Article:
Easter blessings from UCAN
There is no more important week in the year for Christians than this Holy Week. We call it Holy because of the mystery we celebrate - God's gift of His son who loves us to his death on Calvary and beyond.
Because of that love, we wish each other Happy Easter even when we know there is a lot of tragedy about it - Good Friday. As Christians, we know that what we see happening with and in Jesus goes to the heart of what we know from our own experience of life.
At the Second Vatican Council, the Christian lives we all lead were described as being shares in the Paschal Mystery. We have our share in the death and resurrection of Jesus every day. Our lives are part of the Paschal Mystery.
At UCAN, we work to describe that mystery in the unfolding tragedies and astonishing blessings of the people we seek out and report, feature and comment on.
While at times deeply distressing work, this effort of ours gets its coherence in the same way the death of Jesus did - because of the astonishing grace of a God who never gives up on life and love.
Because of that, we can wish you Happy Easter.
Fr. Michael Kelly SJ
Brothers work as farmers to support orphans
Would rather they spend their time looking after the young residentsBrothers working in the rice fields in Mayachaung village
- ucanews.com reporter, Pathein
- February 1, 2011
A group of brothers run St. Brunoâs Orphanage House in Mayachaung village near Pathein to give some 50 orphans a home.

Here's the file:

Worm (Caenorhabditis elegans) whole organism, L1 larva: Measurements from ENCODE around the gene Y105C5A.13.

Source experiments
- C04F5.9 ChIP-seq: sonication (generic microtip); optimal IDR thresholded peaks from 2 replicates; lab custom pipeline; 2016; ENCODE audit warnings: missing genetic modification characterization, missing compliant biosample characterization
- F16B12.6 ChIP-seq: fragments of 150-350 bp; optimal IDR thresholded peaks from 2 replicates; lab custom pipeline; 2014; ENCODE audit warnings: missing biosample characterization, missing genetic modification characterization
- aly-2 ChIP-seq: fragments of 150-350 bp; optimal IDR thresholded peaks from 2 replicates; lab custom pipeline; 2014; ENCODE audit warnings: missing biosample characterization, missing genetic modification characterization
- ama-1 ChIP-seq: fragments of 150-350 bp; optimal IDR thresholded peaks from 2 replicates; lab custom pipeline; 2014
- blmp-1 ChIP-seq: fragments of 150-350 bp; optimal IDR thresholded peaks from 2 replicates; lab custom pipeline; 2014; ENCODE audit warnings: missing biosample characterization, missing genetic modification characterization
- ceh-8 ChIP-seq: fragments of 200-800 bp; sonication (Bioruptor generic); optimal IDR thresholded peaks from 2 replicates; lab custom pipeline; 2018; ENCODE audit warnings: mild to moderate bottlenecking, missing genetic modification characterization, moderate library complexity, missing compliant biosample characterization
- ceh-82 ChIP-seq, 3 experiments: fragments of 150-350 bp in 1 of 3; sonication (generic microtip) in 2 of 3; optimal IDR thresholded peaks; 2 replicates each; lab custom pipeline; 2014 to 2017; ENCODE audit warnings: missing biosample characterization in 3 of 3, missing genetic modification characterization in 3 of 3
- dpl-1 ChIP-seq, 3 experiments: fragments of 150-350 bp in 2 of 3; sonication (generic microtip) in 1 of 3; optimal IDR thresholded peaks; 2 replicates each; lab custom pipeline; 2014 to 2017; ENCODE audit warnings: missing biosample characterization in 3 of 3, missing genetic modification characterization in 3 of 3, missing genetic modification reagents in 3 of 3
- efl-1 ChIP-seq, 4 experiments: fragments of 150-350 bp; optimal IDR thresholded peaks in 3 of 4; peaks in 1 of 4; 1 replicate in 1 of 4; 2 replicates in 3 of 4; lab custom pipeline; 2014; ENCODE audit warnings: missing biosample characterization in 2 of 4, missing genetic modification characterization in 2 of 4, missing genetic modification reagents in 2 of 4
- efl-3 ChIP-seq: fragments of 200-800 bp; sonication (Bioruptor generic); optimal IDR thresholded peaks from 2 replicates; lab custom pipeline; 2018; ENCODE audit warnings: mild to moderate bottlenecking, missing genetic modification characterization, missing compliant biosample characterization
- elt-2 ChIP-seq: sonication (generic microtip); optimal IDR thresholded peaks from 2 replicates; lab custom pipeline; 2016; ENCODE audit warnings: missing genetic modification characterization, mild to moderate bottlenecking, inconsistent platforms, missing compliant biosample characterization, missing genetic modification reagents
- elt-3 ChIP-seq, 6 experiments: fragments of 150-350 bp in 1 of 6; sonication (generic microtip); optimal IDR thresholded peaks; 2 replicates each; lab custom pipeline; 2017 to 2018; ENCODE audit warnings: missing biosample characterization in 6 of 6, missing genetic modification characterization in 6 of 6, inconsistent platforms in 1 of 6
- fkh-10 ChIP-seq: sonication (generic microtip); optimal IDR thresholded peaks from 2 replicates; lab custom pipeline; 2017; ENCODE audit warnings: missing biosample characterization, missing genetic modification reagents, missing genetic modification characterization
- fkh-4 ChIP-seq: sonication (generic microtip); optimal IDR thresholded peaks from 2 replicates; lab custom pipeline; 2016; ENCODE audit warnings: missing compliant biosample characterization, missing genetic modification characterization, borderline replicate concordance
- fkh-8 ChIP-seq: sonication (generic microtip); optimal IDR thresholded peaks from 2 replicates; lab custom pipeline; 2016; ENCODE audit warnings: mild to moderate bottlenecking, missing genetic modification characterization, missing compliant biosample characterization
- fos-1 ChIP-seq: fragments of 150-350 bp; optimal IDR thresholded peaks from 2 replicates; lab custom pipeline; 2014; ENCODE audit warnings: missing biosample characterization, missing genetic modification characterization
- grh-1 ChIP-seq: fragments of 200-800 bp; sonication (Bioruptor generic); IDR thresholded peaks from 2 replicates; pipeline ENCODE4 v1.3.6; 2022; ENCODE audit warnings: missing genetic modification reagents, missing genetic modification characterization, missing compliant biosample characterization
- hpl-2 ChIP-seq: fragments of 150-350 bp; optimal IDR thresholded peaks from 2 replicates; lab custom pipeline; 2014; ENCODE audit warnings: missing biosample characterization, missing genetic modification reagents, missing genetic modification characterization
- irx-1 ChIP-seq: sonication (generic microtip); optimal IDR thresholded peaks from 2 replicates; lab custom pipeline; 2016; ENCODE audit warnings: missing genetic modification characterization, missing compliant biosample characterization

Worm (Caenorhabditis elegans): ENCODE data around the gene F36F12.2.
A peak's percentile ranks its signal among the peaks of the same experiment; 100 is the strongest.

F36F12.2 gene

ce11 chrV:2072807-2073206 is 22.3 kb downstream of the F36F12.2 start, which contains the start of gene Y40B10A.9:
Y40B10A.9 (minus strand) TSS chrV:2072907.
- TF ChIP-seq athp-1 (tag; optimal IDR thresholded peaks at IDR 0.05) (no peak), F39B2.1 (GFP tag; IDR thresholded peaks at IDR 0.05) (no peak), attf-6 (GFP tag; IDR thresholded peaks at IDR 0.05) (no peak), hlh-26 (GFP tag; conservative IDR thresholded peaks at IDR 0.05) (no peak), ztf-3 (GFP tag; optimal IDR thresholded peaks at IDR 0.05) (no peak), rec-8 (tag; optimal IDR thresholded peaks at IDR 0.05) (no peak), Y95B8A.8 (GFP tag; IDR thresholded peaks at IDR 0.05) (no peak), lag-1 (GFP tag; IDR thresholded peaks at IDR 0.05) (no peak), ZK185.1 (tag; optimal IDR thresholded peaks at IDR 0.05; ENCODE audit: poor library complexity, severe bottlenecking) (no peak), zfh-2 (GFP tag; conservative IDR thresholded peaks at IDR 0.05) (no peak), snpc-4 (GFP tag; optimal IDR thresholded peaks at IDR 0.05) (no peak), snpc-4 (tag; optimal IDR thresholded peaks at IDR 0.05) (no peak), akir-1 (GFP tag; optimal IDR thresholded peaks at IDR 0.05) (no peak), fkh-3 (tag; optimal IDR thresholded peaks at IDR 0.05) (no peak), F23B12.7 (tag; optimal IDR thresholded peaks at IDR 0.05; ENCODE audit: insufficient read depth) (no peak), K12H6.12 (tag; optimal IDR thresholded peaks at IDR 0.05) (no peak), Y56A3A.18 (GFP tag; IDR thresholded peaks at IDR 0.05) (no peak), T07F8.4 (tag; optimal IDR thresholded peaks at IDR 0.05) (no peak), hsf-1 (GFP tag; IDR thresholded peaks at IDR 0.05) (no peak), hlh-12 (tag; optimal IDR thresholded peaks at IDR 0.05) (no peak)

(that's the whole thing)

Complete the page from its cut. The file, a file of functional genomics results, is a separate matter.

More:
âWe have some rice fields but the only challenge is insufficient funds,â said Brother Anthony, 60, who is currently managing about eight-hectares of rice fields in Kanazogone village of Pathein diocese. He said he has to borrow other peopleâs tractors to do the farming and âwhen weâre short of money, we have to borrow from people that charge high interests.â The loans are paid back with money or sometimes with the rice harvests, Brother Anthony explained.
Brother Alexis, 50, said he also encounters financial problems managing the orphanageâs âhand to mouthâ situation.
He said 70 percent of the orphanageâs expenses are covered by the farmâs produce including seasonal fruits, livestock, rice and betel leaves cultivation. The other 30 percent comes from local donations.
âOur financial difficulty is not only in running the farms but in hiring teachers to educate the orphans,â said Brother Alexis.
Brother Blaise said the Brothers spend most of their time farming and growing seasonal fruit just to keep the orphanage open. They would rather spend their time looking after, caring and teaching the young residents.
Thirteen-year-old Justin Paing Phyo said his father died when his sister was only five years old. Six months later his mother died and both of them had to live with their uncle.
After five months, his uncle couldnât afford to keep them and sent them to the Brothersâ orphanage.
âI feel very hungry during school break but had to wait until evening when we have dinner,â said Paing Phyo.
Paing Phyo currently in sixth grade said things are better for the past four years since he has been living at the orphanage.
âWe need not to worry for our living in the orphanage with the great care of the brothers,â said Bosco Win Naing, a teenage resident at the orphanage. âMy intention is to become a Brother and work for the orphanage,â he said.
The eight grader said he doesnât even how he ended up at the orphanage but was told that a nun brought him there when he was only one month old.
The congregationâs late Brother Bruno established the orphanage in 1995 with just four orphans.
The congregation founded in 1942 currently has about 100 brothers serving in the 10 dioceses in Myanmar.
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